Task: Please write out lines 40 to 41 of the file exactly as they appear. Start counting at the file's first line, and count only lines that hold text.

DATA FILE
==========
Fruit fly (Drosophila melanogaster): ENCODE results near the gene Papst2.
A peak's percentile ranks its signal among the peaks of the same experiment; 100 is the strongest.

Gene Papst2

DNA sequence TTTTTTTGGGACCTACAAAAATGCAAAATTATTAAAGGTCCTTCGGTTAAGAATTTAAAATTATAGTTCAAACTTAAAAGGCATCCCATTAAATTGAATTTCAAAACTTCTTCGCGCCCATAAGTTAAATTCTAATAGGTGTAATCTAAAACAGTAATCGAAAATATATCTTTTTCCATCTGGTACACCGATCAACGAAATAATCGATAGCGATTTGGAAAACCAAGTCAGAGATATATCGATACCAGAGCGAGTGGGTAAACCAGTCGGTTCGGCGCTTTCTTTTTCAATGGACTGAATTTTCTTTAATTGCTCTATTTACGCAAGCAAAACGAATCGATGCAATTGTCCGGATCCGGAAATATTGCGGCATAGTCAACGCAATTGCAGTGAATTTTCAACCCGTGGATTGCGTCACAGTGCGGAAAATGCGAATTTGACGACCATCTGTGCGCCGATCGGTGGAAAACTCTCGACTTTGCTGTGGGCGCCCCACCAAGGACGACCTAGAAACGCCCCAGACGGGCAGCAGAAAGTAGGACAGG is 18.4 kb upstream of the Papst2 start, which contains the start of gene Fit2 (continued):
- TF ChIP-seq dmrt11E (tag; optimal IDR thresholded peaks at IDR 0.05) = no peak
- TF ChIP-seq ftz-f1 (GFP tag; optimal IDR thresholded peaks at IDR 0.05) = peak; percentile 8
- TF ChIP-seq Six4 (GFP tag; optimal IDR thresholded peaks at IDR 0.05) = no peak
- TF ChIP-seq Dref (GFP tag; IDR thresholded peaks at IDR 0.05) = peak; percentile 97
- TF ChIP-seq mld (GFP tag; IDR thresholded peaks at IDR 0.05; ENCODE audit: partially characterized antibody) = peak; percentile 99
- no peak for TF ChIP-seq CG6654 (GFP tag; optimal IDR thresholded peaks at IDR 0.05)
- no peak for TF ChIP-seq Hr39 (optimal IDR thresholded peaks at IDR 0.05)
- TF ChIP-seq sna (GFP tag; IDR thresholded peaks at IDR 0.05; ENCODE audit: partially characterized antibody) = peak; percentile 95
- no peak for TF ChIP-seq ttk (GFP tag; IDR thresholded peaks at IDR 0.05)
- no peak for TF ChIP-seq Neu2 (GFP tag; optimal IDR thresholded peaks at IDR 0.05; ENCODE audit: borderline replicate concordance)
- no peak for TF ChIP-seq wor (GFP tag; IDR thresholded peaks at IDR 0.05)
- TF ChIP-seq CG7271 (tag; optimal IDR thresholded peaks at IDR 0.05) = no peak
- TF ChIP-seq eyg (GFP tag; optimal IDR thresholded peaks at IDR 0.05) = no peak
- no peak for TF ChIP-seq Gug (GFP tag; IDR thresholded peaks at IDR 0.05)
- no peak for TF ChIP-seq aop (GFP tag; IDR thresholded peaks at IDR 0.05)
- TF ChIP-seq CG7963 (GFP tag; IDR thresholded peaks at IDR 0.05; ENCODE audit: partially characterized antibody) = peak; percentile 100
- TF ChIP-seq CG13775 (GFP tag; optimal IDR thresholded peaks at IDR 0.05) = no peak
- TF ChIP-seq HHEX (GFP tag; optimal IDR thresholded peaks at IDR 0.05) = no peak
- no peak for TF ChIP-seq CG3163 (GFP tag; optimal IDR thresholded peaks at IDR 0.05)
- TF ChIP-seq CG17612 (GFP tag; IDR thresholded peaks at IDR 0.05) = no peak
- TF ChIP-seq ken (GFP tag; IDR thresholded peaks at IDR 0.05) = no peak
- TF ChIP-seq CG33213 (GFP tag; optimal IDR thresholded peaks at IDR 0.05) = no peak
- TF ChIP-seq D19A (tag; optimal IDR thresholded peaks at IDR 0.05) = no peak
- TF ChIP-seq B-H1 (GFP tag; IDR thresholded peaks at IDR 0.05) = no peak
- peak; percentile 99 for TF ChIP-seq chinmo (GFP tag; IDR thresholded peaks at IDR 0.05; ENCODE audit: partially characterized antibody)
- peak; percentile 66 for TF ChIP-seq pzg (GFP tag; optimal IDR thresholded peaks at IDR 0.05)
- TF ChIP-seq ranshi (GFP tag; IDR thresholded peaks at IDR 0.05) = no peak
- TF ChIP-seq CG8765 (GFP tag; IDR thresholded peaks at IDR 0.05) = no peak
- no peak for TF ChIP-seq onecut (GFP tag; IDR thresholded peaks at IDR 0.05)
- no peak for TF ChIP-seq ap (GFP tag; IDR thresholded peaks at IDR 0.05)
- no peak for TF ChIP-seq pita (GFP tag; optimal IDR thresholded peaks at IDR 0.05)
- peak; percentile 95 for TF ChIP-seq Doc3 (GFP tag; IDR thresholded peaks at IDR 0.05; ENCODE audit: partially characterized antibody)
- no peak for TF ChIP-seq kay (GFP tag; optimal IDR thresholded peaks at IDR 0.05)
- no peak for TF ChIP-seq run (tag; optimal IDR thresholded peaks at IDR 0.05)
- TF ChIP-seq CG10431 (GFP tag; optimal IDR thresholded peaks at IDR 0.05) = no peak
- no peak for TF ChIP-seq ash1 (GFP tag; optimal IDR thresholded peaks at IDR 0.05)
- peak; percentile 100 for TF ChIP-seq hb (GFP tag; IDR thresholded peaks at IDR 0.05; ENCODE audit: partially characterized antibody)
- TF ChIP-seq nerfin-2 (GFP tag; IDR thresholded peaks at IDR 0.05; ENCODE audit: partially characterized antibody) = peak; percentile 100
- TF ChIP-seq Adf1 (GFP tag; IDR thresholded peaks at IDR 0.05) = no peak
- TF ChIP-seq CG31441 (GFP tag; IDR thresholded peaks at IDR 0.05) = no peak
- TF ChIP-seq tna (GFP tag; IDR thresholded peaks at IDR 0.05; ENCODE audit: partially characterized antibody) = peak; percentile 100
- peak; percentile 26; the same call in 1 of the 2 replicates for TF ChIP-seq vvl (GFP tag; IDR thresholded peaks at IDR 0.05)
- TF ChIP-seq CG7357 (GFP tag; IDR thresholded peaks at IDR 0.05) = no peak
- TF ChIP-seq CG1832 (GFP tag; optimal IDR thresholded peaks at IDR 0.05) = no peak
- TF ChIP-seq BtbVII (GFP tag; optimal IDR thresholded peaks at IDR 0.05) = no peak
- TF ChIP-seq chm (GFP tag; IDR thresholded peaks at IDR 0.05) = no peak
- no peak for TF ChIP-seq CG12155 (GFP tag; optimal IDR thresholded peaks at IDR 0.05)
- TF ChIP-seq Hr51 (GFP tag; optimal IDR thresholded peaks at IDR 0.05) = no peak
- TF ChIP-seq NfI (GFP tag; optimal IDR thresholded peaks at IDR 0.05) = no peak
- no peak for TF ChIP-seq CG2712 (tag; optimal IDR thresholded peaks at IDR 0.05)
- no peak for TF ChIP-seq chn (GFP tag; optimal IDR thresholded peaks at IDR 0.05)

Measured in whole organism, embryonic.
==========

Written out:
- no peak for TF ChIP-seq ash1 (GFP tag; optimal IDR thresholded peaks at IDR 0.05)
- peak; percentile 100 for TF ChIP-seq hb (GFP tag; IDR thresholded peaks at IDR 0.05; ENCODE audit: partially characterized antibody)